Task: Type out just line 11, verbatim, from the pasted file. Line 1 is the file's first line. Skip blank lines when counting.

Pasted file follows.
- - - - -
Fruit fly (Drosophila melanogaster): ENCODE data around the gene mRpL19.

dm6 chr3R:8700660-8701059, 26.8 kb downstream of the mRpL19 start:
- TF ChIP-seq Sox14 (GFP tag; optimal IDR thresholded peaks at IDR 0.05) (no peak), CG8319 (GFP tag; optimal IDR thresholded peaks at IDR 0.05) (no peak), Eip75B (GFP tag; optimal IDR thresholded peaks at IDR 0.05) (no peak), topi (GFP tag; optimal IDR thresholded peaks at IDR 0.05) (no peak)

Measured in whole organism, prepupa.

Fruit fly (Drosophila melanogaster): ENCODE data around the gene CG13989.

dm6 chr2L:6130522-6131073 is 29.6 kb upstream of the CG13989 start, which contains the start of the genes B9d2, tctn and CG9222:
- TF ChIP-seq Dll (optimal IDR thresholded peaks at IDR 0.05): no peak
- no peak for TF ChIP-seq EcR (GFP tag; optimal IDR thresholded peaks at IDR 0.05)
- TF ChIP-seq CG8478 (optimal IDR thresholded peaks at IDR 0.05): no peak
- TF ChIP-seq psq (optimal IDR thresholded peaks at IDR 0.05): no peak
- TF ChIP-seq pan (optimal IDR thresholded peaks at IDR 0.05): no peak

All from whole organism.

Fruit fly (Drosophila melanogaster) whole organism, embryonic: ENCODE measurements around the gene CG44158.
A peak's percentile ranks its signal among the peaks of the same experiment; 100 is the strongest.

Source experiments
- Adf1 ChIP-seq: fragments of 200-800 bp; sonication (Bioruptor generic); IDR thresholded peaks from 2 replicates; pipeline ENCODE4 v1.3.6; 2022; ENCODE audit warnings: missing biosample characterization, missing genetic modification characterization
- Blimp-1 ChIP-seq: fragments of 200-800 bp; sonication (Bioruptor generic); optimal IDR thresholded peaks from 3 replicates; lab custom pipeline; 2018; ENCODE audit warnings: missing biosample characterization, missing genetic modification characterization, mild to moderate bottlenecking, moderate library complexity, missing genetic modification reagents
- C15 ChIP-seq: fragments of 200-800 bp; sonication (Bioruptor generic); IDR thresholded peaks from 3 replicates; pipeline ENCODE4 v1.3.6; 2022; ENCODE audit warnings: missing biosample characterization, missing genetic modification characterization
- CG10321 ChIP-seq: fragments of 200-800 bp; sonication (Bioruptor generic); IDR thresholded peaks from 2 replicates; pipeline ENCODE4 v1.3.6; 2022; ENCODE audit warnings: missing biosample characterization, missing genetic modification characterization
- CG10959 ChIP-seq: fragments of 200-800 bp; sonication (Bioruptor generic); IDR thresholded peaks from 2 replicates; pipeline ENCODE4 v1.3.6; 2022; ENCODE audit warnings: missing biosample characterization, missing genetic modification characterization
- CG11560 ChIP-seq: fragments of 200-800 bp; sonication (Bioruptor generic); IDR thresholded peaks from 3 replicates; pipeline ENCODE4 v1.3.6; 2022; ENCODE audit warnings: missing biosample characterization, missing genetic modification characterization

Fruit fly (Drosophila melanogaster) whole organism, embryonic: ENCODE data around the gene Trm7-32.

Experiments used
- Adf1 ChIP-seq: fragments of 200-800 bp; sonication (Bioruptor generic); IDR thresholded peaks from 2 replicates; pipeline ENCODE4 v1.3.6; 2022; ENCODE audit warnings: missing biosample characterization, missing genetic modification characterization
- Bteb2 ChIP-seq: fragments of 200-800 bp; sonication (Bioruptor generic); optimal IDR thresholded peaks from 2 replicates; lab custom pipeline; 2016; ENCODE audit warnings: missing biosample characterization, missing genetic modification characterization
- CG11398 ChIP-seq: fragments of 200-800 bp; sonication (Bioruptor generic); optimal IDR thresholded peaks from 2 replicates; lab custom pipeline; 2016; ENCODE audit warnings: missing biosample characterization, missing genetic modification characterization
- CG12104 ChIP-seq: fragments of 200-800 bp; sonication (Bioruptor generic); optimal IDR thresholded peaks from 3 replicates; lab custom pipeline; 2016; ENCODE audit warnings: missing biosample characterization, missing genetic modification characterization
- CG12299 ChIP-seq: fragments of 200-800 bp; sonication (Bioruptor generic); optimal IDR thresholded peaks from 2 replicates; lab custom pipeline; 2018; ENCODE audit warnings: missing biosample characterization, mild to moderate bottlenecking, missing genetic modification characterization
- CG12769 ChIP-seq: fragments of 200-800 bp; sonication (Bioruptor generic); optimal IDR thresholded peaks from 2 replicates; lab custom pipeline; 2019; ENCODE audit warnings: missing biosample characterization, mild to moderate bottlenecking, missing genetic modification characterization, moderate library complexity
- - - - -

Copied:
- TF ChIP-seq pan (optimal IDR thresholded peaks at IDR 0.05): no peak